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Fleet Street had its own street party to celebrate the Diamond Jubilee in St Bride's Fleet Street, made over with bunting, tables loyally decorated with flags, and a large-screen television broadcasting the Service of Thanksgiving in nearby St Paul's.
A party of russet-gowned members of the Guild of St Bride, founded in 1375 by Edward III to burn a candle at the 'Church of St Brigide in Fletestrete', lined Fleet Street with flags to welcome his 17th Great-Granddaughter to the City. Several members of the Royal Party - including HM the Queen, HRH the Duchess of Cornwall, and HRH the Duchess of Cambridge - pointed and waved enthusiastically to St Bride's, a church many of them know well from recent visits.
The Duchess of Cornwall last visited St Bride's in November 2010 for a service commemorating journalists who have lost their lives in the line of duty, addressed by Marie Colvin who is now remembered on the church's Journalists' Altar. More happily, HRH the Prince of Wales visited the 'Cathedral of Fleet Street' in March 2002, for a service marking three hundred years of daily newspapers. (Prince Charles unveiled a plaque to commemorate the first edition of the Daily Courant, published 11th March, 1702). The Queen and HRH the Duke of Edinburgh were present at the reopening of St Bride's in December 1957 after its devastation in the Blitz and then at a celebratory service 50 years later.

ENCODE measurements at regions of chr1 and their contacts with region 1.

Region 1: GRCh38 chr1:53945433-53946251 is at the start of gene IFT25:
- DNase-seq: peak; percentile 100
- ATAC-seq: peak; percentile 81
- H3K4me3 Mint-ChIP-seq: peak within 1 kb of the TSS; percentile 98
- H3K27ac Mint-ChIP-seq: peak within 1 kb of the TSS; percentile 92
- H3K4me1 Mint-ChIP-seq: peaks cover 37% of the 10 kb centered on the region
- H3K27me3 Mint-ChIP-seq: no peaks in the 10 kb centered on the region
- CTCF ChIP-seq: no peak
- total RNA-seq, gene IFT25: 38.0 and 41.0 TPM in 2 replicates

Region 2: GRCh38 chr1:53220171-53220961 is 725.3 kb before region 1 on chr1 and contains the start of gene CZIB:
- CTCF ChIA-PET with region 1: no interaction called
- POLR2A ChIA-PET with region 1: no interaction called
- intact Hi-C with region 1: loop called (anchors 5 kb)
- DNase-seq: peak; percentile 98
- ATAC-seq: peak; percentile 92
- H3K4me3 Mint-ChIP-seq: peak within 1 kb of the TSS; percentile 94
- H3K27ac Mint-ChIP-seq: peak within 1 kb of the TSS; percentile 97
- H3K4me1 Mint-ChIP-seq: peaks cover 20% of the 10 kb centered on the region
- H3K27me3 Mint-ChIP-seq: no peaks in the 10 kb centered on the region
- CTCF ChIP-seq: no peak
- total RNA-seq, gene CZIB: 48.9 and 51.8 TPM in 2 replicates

Tuesday's 'Fleet Street party' followed a concert the preceding Thursday, 'The Honour of a Jubilee', of Royal music throughout the ages. Sunday brought a very full Choral Eucharist to mark the jubilee, and a picnic whereby St Bride's joined in the nationwide 'Big Lunch', to music from pianist Mark Webster.
In a morning which marked the close connection between the Queen and the City of London, residents and visitors to the City were able to join in from St Bride's with the service at St Paul's Cathedral, following the prayers and hymns with service sheets St Bride's had printed. The bustling street-party atmosphere, which kept the Church filled throughout the afternoon, then continued until the 3:30 pm flypast, with food cooked by parishioners and a wine table bartended by churchwarden Peter Silver. Those present at the end were able to watch the progress of the Lancaster, Spitfires, Hurricane and Red Arrows as they passed over the Square Mile en route to the crowds which awaited them around Buckingham Palace.